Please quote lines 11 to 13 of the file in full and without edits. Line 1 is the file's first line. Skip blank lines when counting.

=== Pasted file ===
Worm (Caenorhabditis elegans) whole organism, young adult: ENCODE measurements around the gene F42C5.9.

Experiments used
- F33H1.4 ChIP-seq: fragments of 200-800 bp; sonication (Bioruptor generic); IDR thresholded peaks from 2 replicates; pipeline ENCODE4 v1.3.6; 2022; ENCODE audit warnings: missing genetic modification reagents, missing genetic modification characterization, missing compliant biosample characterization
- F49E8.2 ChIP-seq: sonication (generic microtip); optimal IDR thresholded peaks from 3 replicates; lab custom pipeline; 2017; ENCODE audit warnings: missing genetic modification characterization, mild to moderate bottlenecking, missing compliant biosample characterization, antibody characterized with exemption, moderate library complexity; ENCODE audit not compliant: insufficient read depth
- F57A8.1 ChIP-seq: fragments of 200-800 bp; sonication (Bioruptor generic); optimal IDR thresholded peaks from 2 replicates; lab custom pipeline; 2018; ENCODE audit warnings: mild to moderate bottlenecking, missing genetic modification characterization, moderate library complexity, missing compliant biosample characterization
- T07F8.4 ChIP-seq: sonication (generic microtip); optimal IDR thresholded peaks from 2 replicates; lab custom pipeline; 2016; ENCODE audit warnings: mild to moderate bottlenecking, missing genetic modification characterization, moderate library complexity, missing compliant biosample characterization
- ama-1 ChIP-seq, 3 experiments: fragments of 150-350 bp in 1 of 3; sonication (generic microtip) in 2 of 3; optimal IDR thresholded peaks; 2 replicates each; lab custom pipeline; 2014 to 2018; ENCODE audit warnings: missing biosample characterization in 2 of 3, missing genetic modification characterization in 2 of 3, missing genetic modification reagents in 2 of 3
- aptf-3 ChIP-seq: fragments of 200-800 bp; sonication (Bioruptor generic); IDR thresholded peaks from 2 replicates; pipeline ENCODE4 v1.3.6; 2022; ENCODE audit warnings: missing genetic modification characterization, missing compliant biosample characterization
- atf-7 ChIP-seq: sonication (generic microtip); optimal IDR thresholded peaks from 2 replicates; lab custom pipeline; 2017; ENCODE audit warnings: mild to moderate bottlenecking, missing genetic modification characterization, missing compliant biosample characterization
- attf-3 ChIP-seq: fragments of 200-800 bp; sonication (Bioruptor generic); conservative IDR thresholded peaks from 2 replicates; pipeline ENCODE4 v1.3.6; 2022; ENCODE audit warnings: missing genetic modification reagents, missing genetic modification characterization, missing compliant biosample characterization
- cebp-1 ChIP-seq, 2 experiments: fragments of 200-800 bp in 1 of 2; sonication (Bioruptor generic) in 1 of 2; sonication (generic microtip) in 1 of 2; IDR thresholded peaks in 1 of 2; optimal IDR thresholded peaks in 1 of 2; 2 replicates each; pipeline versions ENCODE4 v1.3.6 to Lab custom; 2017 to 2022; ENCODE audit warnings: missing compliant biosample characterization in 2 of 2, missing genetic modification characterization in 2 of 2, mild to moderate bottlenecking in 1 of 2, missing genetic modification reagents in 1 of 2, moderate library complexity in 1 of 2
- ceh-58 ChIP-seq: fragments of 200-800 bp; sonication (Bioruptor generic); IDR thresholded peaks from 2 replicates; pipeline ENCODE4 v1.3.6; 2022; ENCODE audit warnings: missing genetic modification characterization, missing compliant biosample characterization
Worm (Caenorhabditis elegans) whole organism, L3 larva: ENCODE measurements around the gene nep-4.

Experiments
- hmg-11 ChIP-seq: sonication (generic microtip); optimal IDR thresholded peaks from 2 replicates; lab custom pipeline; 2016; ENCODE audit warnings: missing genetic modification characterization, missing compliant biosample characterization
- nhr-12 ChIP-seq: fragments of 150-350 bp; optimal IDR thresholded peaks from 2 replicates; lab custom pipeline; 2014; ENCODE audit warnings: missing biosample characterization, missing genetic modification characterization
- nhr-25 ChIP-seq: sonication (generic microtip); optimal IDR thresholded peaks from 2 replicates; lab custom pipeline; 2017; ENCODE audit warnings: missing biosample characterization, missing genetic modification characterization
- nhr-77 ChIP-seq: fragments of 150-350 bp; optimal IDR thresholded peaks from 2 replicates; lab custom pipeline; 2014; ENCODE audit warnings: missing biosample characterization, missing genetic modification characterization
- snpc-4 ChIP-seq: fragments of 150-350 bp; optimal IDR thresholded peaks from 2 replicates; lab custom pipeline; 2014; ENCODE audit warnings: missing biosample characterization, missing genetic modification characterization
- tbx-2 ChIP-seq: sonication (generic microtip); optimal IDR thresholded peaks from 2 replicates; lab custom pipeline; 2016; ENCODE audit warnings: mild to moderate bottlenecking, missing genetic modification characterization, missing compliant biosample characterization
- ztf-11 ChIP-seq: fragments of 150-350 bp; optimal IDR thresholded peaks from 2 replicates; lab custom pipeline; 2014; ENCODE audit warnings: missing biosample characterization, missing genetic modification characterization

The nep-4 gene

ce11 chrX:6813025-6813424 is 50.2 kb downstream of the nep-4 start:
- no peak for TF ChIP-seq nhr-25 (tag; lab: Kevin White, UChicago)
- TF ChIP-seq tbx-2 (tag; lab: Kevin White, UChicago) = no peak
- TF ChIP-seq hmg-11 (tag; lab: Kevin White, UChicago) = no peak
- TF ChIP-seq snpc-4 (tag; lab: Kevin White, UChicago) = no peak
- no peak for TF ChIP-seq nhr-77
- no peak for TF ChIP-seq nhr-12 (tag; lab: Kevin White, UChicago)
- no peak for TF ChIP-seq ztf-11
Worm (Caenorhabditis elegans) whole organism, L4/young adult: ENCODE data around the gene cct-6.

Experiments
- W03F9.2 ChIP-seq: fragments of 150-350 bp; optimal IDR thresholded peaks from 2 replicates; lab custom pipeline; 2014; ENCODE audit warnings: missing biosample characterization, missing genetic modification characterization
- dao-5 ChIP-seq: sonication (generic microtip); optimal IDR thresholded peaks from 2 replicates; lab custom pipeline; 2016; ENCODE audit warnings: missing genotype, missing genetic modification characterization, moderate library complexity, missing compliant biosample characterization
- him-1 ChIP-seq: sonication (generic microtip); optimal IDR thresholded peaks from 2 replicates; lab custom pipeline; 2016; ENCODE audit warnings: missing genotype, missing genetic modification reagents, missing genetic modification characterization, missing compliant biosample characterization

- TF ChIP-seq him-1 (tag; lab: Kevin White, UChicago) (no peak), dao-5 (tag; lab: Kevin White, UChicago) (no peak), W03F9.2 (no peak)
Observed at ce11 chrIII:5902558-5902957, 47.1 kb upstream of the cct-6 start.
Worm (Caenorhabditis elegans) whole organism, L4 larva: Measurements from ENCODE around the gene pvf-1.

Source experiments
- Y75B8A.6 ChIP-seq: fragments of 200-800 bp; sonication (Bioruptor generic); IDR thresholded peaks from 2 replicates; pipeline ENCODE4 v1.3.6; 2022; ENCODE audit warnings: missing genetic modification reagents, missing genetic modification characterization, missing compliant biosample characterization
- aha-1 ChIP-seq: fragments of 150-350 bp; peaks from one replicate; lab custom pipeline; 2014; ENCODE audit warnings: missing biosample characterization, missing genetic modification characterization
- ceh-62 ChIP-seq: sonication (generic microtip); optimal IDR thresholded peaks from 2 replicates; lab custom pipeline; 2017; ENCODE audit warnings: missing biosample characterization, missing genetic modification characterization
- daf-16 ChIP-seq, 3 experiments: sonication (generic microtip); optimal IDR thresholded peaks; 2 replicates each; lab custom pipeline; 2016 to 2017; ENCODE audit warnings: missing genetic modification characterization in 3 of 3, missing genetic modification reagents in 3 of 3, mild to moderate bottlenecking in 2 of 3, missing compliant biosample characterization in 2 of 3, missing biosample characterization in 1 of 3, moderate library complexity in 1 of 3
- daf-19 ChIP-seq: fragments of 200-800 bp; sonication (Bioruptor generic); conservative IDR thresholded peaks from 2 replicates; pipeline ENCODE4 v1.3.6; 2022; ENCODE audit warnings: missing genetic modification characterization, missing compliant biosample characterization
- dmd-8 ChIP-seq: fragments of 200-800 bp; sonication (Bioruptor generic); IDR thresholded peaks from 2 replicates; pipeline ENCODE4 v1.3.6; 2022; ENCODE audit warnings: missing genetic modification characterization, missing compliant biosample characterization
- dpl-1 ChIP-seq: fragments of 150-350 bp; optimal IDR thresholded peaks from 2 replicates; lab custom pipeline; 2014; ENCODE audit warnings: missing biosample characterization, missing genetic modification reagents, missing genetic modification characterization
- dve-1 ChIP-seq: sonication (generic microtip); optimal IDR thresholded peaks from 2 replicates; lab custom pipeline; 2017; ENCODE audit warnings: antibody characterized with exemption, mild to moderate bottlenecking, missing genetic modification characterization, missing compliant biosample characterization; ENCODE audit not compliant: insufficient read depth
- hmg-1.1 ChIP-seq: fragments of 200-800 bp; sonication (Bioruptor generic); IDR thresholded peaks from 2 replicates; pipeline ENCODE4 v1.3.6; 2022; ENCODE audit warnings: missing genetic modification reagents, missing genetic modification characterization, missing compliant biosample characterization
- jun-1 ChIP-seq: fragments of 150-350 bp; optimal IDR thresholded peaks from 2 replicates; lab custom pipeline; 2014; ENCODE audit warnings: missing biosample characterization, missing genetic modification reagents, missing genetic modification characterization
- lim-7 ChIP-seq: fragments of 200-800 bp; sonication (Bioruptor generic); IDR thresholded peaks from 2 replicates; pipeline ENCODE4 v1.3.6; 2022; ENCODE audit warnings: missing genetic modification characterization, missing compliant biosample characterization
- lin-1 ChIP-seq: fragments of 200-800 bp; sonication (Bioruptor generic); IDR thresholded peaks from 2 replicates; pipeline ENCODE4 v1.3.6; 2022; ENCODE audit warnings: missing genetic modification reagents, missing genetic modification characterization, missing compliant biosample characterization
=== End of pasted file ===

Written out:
- cebp-1 ChIP-seq, 2 experiments: fragments of 200-800 bp in 1 of 2; sonication (Bioruptor generic) in 1 of 2; sonication (generic microtip) in 1 of 2; IDR thresholded peaks in 1 of 2; optimal IDR thresholded peaks in 1 of 2; 2 replicates each; pipeline versions ENCODE4 v1.3.6 to Lab custom; 2017 to 2022; ENCODE audit warnings: missing compliant biosample characterization in 2 of 2, missing genetic modification characterization in 2 of 2, mild to moderate bottlenecking in 1 of 2, missing genetic modification reagents in 1 of 2, moderate library complexity in 1 of 2
- ceh-58 ChIP-seq: fragments of 200-800 bp; sonication (Bioruptor generic); IDR thresholded peaks from 2 replicates; pipeline ENCODE4 v1.3.6; 2022; ENCODE audit warnings: missing genetic modification characterization, missing compliant biosample characterization
Worm (Caenorhabditis elegans) whole organism, L3 larva: ENCODE measurements around the gene nep-4.